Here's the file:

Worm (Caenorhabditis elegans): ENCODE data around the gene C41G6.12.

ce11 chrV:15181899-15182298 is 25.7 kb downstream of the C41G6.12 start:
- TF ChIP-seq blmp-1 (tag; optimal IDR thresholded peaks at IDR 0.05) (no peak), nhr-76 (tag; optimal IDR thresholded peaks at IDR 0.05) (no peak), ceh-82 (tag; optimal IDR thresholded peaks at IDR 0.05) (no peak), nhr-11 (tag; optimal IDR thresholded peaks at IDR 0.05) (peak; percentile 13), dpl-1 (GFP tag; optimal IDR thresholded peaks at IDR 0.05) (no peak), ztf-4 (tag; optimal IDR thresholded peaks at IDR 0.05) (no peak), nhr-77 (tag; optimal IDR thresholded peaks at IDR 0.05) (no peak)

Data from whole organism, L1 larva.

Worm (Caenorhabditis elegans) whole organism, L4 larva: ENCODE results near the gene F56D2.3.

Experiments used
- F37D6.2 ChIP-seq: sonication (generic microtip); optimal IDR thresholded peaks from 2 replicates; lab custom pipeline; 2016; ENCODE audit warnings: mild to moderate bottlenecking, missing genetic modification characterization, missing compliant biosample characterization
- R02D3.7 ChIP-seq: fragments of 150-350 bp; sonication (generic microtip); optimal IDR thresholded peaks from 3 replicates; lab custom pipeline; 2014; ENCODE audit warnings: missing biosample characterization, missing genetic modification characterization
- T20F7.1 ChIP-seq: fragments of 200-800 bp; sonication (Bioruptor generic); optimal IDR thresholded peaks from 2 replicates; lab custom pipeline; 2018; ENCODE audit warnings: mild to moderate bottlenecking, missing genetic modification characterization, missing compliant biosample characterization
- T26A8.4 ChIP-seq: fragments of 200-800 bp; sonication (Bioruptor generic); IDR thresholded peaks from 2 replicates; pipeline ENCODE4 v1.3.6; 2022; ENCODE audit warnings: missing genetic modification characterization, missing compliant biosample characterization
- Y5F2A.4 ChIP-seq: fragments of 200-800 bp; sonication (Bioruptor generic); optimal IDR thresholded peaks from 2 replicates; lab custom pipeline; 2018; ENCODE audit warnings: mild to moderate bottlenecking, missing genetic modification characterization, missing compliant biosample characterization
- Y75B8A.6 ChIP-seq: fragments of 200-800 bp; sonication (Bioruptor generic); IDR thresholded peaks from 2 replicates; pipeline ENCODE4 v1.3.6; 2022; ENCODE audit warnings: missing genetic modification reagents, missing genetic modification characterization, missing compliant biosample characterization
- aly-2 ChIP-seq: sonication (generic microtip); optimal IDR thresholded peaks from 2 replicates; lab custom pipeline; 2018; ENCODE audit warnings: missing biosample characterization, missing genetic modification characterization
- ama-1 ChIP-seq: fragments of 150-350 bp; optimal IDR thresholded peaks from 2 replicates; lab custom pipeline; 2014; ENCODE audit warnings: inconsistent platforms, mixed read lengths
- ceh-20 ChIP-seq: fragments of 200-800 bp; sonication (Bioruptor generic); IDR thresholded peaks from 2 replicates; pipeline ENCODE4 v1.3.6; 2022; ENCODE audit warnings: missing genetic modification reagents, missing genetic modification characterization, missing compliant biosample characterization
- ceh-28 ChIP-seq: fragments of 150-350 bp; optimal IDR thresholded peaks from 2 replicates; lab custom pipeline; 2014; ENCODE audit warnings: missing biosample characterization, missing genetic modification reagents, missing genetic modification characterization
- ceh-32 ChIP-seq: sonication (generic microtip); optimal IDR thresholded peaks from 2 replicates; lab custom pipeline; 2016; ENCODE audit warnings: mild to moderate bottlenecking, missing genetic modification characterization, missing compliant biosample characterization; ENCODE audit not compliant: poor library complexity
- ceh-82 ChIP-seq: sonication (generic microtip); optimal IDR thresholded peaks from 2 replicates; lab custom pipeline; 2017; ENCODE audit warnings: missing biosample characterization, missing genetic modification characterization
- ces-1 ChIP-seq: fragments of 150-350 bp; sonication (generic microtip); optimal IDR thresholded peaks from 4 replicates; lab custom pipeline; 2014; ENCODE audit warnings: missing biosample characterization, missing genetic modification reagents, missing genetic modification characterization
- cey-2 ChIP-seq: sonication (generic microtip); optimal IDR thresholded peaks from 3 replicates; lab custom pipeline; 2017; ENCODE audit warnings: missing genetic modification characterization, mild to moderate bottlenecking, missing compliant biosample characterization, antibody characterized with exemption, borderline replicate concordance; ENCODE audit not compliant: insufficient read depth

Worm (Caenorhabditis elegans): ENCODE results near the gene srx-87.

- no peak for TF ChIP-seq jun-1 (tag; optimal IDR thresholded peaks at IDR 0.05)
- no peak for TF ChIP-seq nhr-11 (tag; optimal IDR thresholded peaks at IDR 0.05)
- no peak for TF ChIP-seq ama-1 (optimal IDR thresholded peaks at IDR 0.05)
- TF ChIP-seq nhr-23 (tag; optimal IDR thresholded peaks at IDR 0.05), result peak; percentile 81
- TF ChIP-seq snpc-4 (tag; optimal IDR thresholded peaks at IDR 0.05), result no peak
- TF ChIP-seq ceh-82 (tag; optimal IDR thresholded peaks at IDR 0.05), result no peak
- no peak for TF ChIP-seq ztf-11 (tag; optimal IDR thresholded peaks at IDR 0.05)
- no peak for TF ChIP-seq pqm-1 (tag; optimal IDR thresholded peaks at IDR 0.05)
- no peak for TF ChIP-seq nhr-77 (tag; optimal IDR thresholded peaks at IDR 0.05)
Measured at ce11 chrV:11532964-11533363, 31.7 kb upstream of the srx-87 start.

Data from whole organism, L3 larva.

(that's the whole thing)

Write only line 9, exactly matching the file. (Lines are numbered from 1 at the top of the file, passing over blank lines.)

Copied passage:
- T20F7.1 ChIP-seq: fragments of 200-800 bp; sonication (Bioruptor generic); optimal IDR thresholded peaks from 2 replicates; lab custom pipeline; 2018; ENCODE audit warnings: mild to moderate bottlenecking, missing genetic modification characterization, missing compliant biosample characterization